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Montreal Canadiens

Should fans worry about slow Canadiens start?

New York Rangers' Mika Zibanejad (93) celebrates after scoring a goal past Montreal Canadiens goalie Carey Price in the third period of an NHL hockey game Sunday, Oct. 8, 2017, in New York. The Rangers won 2-0. (AP Photo/Adam Hunger)
AP Photo/Adam Hunger

It has not been a particularly inspiring start for the Montreal Canadiens.

After losing to Chicago on Monday night, a game that saw them score just a single goal, they fell to 1-3-0 on the young season, have yet to win a game in regulation, and have only actually played with the lead in a game for about 16 minutes. Overall, they have scored just four goals in four games, and their biggest offseason acquisition, Jonathan Drouin, has registered just a single assist.

Not great.

Given that this is Montreal, a team that still seems to have Stanley Cup aspirations this season, there is going to be some level of panic about that slow start.

How much of that panic is justified, and is there a reason to actually be worried about this team?

The easy answer to this is no, that early season panic is most certainly not justified. Even though the early season results are not what the Canadiens or their fans want to see — on both a team and individual level — there probably is not reason to be too worried about them.

That’s not to say that they aren’t concerns both short-term and long-term.

They still do not seem to have an answer to that No. 1 center question, though it is fair to point out that the Drouin experiment is only four games old.

They don’t have a particularly mobile or puck-moving defense, something that can hold back even the most talented teams up front. They have also hitched their wagon to a goalie (a great one, it is worth noting) and a defenseman for the next eight years at a combined salary cap hit of more than $18 million per season. Both players are over the age of 30. There is no other franchise in the league built around similar players.

There are a lot of things to question here.

But let’s try to focus strictly on the short-term, because it is probably not as bad as it seems.

It is a case study in process vs. results.

So far, the results stink. But the process at least seems to be sound, especially when you look at each individual result.

The only game where the Canadiens were really not competitive was that 6-1 blowout loss in Washington in Game 2 of the season.

Beyond that, they have done a lot of things well.

They dominated their game at Madison Square Garden against the New York Rangers only to have two early goals disallowed and then get shut down by Henrik Lundqvist. Their game on Monday against Chicago saw them outshoot the Blackhawks by a 42-25 margin.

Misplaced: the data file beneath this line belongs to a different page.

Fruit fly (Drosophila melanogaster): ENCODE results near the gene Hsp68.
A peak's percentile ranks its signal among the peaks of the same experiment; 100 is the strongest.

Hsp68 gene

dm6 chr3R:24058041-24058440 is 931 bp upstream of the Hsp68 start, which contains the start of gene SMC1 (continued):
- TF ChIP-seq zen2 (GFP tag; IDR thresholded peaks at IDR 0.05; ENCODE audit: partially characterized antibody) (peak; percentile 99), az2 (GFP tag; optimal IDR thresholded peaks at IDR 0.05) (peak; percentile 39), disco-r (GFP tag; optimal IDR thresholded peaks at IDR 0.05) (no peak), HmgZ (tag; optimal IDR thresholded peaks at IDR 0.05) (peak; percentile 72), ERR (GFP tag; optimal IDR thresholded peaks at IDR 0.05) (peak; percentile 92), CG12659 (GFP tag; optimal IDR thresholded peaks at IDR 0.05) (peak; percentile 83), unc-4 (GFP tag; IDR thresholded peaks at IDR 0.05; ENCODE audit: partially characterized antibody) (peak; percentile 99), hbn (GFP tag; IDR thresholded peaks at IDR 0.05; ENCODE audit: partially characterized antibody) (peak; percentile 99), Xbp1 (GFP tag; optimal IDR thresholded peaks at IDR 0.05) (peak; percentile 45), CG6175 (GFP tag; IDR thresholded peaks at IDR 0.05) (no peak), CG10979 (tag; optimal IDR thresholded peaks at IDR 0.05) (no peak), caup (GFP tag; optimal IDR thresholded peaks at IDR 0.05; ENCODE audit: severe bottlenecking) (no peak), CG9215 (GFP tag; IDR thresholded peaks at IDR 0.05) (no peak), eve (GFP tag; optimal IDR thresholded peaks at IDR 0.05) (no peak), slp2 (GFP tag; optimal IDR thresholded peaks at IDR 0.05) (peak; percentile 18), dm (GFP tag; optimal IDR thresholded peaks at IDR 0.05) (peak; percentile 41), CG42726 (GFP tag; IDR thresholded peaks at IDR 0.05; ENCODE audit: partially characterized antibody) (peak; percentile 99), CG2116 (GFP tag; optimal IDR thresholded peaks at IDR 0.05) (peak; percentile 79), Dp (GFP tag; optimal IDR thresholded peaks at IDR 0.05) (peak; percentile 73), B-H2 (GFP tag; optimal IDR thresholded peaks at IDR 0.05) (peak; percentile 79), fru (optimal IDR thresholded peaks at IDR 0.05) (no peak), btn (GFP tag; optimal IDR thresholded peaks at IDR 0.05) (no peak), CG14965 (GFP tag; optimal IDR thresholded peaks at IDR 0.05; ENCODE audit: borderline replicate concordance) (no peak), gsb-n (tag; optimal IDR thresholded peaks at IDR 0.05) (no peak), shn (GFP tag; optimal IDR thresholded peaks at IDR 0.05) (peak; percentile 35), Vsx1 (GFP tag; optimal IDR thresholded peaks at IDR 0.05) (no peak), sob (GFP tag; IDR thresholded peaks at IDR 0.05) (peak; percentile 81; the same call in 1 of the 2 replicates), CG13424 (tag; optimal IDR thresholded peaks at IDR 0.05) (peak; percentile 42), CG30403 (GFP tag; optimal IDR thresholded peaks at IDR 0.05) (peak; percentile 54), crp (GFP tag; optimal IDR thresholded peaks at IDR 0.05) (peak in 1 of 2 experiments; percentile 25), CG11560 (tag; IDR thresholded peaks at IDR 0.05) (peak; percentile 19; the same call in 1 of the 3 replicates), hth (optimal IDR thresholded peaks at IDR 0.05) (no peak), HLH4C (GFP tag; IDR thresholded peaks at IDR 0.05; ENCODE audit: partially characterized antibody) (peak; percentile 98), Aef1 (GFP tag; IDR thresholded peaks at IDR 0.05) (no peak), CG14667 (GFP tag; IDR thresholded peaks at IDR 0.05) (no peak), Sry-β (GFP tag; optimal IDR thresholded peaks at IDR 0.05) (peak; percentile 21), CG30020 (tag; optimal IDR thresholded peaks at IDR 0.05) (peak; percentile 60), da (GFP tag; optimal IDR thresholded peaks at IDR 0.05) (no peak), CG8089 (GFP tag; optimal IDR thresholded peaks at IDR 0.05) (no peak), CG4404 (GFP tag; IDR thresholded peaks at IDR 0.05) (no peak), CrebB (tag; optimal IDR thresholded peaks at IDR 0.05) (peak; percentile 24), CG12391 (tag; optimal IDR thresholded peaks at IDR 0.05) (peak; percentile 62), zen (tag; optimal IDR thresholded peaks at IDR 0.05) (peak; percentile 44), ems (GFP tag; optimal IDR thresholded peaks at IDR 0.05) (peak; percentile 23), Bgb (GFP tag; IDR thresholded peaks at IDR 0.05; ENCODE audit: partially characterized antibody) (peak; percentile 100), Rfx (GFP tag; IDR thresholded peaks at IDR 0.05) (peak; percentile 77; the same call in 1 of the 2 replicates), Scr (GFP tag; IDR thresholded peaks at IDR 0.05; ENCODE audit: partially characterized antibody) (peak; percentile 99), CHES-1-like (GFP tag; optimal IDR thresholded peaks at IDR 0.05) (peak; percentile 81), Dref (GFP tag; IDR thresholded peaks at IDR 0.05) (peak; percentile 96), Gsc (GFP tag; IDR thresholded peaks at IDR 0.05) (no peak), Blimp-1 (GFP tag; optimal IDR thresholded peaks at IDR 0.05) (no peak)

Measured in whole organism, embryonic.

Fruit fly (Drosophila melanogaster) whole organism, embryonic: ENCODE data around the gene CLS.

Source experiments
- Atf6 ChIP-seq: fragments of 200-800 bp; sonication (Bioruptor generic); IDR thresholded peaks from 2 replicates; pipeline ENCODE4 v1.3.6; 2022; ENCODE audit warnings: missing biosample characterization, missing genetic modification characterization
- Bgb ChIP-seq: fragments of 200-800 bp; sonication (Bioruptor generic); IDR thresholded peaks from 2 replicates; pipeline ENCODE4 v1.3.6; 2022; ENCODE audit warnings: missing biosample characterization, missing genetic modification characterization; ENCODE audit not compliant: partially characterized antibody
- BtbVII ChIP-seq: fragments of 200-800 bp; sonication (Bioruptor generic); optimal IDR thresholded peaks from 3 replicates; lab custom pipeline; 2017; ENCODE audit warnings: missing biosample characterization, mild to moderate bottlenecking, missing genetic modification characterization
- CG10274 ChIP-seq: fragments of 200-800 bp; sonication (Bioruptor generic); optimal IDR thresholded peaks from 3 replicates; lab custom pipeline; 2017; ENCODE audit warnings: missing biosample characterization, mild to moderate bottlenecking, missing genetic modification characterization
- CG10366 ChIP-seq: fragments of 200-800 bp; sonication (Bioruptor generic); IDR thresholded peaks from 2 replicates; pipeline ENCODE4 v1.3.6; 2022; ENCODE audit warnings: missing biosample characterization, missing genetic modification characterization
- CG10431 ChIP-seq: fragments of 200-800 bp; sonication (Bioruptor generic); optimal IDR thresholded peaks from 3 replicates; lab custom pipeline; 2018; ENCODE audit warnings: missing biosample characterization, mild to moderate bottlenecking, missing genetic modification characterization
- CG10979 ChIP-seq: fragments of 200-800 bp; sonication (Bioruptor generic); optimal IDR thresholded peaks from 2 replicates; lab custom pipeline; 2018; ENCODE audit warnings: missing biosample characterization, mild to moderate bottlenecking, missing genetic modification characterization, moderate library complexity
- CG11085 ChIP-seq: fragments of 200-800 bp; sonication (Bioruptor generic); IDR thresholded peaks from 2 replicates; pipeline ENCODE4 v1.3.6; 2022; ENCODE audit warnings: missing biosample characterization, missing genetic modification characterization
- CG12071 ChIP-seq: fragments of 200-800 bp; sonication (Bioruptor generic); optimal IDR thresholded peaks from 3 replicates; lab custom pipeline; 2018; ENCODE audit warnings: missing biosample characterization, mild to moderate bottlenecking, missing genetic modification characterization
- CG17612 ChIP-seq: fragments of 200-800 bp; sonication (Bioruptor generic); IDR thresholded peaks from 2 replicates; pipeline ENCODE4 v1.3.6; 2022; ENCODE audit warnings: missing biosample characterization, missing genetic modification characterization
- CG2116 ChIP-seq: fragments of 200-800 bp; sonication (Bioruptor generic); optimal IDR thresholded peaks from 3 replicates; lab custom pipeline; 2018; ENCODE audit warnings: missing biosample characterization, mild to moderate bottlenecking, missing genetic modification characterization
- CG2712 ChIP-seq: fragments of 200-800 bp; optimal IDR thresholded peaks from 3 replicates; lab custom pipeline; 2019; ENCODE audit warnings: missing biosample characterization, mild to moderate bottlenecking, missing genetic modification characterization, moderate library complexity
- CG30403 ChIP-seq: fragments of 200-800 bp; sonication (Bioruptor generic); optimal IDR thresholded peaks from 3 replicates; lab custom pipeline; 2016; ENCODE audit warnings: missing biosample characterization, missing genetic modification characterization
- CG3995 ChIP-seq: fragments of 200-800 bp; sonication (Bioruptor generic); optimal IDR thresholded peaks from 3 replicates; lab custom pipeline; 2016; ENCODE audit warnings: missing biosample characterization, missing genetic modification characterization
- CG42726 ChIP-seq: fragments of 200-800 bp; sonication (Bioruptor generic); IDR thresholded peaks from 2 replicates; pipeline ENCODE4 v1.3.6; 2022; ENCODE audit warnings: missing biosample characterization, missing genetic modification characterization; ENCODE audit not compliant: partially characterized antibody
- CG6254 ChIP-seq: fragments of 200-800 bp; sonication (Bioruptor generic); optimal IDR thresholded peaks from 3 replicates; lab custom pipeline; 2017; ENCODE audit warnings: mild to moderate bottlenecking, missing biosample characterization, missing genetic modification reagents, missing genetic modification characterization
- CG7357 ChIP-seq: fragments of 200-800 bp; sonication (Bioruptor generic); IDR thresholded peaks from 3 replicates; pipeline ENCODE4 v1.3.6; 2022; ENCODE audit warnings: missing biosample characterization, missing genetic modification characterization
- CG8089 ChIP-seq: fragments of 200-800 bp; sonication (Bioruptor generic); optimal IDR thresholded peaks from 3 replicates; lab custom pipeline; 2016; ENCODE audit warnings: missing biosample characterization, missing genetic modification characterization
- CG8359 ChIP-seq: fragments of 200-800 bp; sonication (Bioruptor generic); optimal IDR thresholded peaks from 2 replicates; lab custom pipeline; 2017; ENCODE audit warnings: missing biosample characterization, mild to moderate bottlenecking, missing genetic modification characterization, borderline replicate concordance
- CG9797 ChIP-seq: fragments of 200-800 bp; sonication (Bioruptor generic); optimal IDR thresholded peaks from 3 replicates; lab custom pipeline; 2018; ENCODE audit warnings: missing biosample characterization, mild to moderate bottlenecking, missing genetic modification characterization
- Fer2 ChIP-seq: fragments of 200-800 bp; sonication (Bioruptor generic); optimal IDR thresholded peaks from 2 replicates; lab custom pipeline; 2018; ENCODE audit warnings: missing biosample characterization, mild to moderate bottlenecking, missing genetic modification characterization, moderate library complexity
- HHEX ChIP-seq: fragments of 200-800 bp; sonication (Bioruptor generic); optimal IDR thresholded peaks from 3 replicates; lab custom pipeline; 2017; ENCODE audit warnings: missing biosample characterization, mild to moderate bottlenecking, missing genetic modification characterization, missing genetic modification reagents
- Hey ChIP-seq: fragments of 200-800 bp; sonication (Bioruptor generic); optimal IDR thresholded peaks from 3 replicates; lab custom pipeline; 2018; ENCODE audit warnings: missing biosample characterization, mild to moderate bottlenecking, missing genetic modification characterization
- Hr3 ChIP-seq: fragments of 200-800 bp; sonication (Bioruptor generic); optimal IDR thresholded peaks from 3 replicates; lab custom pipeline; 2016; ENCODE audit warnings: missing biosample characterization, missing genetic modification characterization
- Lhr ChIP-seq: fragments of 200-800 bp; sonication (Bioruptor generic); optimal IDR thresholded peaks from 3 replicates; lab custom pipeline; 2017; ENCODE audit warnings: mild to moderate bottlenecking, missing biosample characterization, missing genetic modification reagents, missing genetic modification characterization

Overall, the Canadiens are averaging 39 shots on goal, the fifth-best mark in the league.

They already have 206 total shot attempts during 5-on-5 play, by far the most in the league, and their 5-on-5 shot attempts percentage of 60.4 percent is second-best in the league, behind only a Florida Panthers team that — as of Tuesday — had only played two games.

They are getting pucks on net, they are dominating puck possession and at times they are controlling the pace of the game. They are doing a lot of things that will eventually lead to goals. Those goals simply are not coming right now in any situation. Their overall team shooting percentage of 2.6 percent is by far the worst in the league. The second-worst team, the Edmonton Oilers, is at 5.9 percent.

No team maintains a shooting percentage that low for an extended period of time. Eventually,  those percentages revert back to the mean, which is why shot volume (which the Canadiens currently have) is so important. Eventually, some of those pucks directed at the net are going to get deflected in. Or they are going to result in a second- or third-chance opportunity that ends up in the back of the net. There’s also the chance for a goalie to misplay one.

They also have yet to break through on the power play. Losing Andrei Markov from that role is obviously going to hurt a bit because he was still so good at it, even as recently as last season.  But they are not going to completely get shut out.

On an individual level, their two best and most important offensive players — Max Pacioretty and Drouin — have combined for one goal, even though both are averaging more than four shots on goal per game. Eventually, they will have their breakthrough, too. Pacioretty is one of the top goal scorers in the league, and Drouin is still an incredible talent who has star potential. But even the best, most talented players are prone to slumps or scoring droughts.

The same is true for entire teams.

The NHL season is 82 games long. It is a grind. It is going to be filled with peaks and valleys,  where good teams and good players will go cold and lesser teams will get hot and score goals in bunches with lengthy winning streaks. When those streaks happen in the middle of the season we tend to overlook them, because there is such a large body of work around them that they kind of get lost in the season. But when they happen at the start of the season, when all eyes are still on everything and there is nothing else to compare it to, we tend to notice it a little more. Then we tend to rush to unfair decisions and inaccurate results.

Right now, the Canadiens are stuck in one of those slumps that is just happening at a time when everybody is going to notice it.

Is this team a legitimate Stanley Cup contender that can win it all? That remains to be seen. There are still enough question marks on the roster.

It is also not a team that is as bad as its early season record would indicate.

The process is there. If they stick with it, the results will soon follow.



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